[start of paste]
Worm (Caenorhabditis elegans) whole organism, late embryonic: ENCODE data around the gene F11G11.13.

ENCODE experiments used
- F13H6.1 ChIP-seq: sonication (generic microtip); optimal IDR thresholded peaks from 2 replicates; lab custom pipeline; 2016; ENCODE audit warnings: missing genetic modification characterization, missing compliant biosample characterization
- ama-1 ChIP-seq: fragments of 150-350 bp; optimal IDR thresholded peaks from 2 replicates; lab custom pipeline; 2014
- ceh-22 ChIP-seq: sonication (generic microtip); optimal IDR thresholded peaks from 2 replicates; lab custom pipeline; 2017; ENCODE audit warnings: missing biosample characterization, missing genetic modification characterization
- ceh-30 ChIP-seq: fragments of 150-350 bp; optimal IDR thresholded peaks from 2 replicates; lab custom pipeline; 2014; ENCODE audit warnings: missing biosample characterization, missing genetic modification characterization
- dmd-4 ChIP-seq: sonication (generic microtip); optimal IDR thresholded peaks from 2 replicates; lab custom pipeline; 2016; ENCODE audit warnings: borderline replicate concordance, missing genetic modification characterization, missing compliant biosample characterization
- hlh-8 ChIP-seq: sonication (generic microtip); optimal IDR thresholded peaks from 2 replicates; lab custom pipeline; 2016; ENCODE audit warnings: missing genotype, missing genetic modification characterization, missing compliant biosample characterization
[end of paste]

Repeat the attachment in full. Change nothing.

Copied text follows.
Worm (Caenorhabditis elegans) whole organism, late embryonic: ENCODE data around the gene F11G11.13.

ENCODE experiments used
- F13H6.1 ChIP-seq: sonication (generic microtip); optimal IDR thresholded peaks from 2 replicates; lab custom pipeline; 2016; ENCODE audit warnings: missing genetic modification characterization, missing compliant biosample characterization
- ama-1 ChIP-seq: fragments of 150-350 bp; optimal IDR thresholded peaks from 2 replicates; lab custom pipeline; 2014
- ceh-22 ChIP-seq: sonication (generic microtip); optimal IDR thresholded peaks from 2 replicates; lab custom pipeline; 2017; ENCODE audit warnings: missing biosample characterization, missing genetic modification characterization
- ceh-30 ChIP-seq: fragments of 150-350 bp; optimal IDR thresholded peaks from 2 replicates; lab custom pipeline; 2014; ENCODE audit warnings: missing biosample characterization, missing genetic modification characterization
- dmd-4 ChIP-seq: sonication (generic microtip); optimal IDR thresholded peaks from 2 replicates; lab custom pipeline; 2016; ENCODE audit warnings: borderline replicate concordance, missing genetic modification characterization, missing compliant biosample characterization
- hlh-8 ChIP-seq: sonication (generic microtip); optimal IDR thresholded peaks from 2 replicates; lab custom pipeline; 2016; ENCODE audit warnings: missing genotype, missing genetic modification characterization, missing compliant biosample characterization